Kai und Kristin Fotografie/iStockBy ALEXIS CARRINGTON, ABC NEWS
(NEW YORK) — A new study has found that people who were proactive and stayed home even before lockdown orders were implemented in the United States may have helped slow the spread of the novel coronavirus back in March and April.
The study, published today in the Lancet, shows that in the 25 most affected U.S. counties, people started staying home more than would be typical nearly a full week to a month prior to their state’s stay-at home policies were put in place.
The decrease in movement was strongly correlated with reduced COVID-19 case growth in those counties during March and April. This suggests that social distancing prior to policy enforcement played an important role in controlling the spread of the virus.
“If individual-level actions were not taken and social distancing behavior was delayed until the state-level directives were implemented, COVID-19 would have been able to circulate unmitigated for additional weeks in some locations, inevitably resulting in more infections and deaths,” said Dr. Lauren Gardner, the study’s lead author and an engineer at the Department of Civil and Systems Engineering at Johns Hopkins University.
“This demonstrates that it is within the power of each U.S. resident to help slow the spread of COVID-19,” Gardner said.
“Intuitively, it makes sense that when you are dealing with a contagious respiratory virus that spreads from person to person over relatively short distances, if you socially or physically distance yourself from others, the risk of transmission will decrease,” said Dr. Todd Ellerin, the director of infectious diseases at South Shore Health.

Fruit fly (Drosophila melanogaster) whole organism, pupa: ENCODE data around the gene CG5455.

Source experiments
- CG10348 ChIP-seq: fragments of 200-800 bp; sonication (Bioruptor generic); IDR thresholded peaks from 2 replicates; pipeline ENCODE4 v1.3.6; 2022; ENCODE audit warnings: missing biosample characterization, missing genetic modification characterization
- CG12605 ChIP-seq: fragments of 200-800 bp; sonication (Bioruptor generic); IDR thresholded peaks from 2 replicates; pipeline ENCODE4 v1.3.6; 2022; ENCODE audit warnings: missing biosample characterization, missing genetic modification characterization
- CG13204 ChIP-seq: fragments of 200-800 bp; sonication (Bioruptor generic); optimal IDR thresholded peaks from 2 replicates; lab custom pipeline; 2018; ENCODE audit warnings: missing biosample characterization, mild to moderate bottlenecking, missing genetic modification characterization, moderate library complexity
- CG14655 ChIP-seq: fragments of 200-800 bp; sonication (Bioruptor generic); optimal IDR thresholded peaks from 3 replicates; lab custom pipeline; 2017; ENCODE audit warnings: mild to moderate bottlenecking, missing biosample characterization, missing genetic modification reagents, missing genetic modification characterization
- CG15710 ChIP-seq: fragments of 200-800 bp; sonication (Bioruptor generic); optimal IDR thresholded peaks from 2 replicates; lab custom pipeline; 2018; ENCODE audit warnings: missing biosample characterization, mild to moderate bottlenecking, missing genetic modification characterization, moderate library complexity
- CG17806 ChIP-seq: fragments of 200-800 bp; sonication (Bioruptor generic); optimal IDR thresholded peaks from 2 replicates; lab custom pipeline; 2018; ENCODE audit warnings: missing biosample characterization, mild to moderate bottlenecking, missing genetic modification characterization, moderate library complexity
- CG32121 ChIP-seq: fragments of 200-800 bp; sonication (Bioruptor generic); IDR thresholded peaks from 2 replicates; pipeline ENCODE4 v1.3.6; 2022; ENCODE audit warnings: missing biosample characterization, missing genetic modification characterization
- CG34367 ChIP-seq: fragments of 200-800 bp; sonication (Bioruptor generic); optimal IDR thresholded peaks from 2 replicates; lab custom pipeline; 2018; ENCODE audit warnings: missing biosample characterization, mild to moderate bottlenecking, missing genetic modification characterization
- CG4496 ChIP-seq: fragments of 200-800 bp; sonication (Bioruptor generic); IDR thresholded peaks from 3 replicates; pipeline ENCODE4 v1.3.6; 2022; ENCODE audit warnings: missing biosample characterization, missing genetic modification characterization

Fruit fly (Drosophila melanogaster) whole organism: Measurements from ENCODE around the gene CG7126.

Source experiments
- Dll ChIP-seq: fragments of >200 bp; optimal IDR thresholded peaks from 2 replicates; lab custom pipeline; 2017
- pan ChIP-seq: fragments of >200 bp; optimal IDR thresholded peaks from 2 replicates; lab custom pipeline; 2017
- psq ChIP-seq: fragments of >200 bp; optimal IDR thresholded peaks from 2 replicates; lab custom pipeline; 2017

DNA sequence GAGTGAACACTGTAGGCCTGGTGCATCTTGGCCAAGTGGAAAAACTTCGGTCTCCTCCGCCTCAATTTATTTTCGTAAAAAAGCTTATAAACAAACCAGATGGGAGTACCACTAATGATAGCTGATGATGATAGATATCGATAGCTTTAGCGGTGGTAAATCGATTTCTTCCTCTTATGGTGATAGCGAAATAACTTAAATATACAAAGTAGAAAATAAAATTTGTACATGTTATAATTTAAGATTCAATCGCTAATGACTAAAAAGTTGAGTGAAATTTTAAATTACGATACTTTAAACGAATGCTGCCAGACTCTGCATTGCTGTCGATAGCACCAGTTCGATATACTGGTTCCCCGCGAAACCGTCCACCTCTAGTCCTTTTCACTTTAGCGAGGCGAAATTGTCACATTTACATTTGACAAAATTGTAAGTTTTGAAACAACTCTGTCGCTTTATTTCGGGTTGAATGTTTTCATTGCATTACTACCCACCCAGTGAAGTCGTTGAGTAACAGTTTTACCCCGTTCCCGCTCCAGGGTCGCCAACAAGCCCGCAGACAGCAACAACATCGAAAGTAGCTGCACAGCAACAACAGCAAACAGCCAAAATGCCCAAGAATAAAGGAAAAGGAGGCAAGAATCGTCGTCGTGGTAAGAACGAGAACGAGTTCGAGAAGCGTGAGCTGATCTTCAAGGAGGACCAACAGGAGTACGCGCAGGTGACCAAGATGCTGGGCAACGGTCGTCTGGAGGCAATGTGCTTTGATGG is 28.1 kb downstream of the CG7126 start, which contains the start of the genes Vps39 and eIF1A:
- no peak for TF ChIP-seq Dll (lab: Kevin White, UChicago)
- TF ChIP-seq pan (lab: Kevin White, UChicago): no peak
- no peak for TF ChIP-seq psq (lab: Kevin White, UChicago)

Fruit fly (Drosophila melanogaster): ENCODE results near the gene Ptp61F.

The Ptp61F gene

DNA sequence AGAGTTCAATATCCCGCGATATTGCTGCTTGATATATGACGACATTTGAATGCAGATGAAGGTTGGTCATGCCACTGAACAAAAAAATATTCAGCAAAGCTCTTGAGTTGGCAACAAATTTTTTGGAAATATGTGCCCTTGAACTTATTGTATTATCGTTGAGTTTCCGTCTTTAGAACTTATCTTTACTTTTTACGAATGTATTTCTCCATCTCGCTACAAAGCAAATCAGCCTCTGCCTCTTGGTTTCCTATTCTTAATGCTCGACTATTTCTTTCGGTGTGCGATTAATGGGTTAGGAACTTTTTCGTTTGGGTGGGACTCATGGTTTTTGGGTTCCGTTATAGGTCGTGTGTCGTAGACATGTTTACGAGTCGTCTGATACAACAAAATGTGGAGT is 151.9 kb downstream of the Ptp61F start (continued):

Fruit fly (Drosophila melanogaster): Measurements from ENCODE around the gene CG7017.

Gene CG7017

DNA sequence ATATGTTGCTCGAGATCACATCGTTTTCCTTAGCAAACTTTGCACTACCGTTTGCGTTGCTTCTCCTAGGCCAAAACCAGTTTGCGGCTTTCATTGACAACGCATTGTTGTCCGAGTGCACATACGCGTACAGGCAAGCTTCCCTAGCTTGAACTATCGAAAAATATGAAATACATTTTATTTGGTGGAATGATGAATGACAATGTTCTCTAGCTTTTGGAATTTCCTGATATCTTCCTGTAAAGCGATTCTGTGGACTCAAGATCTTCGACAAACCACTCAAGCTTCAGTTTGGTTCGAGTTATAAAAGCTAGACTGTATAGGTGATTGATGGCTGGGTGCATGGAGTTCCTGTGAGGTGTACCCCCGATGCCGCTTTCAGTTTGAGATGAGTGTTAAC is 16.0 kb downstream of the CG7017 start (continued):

The study demonstrates people’s movements by using aggregated and anonymized cell phone data, increasing travel from one destination to another, referred to as mobility ratio (MR) correlated with increasing number of cases of COVID-19.
“This starved the virus of the fuel it needs to spread from person to person, and was potentially the most important single intervention to reduce the COVID hot zones,” said Ellerin.
The researchers said one of the biggest limitations they faced when completing their study was that it was hard to precisely quantify the impact of social distancing.
However, the Lancet study does show evidence that supports the idea that social distancing is an essential tool for minimizing the spread.
“The good news from this article is that social distancing often started before states mandated it, and we need to continue this preemptive strategy as individuals,” said Ellerin. “We can’t wait for our hospitals to reach maximum capacity with COVID and non-COVID patients before enacting this fundamental infection control principle.”
Alexis E. Carrington, M.D., currently completing her internal medicine preliminary year at Elmhurst Hospital in New York City, is a contributor to the ABC News Medical Unit.
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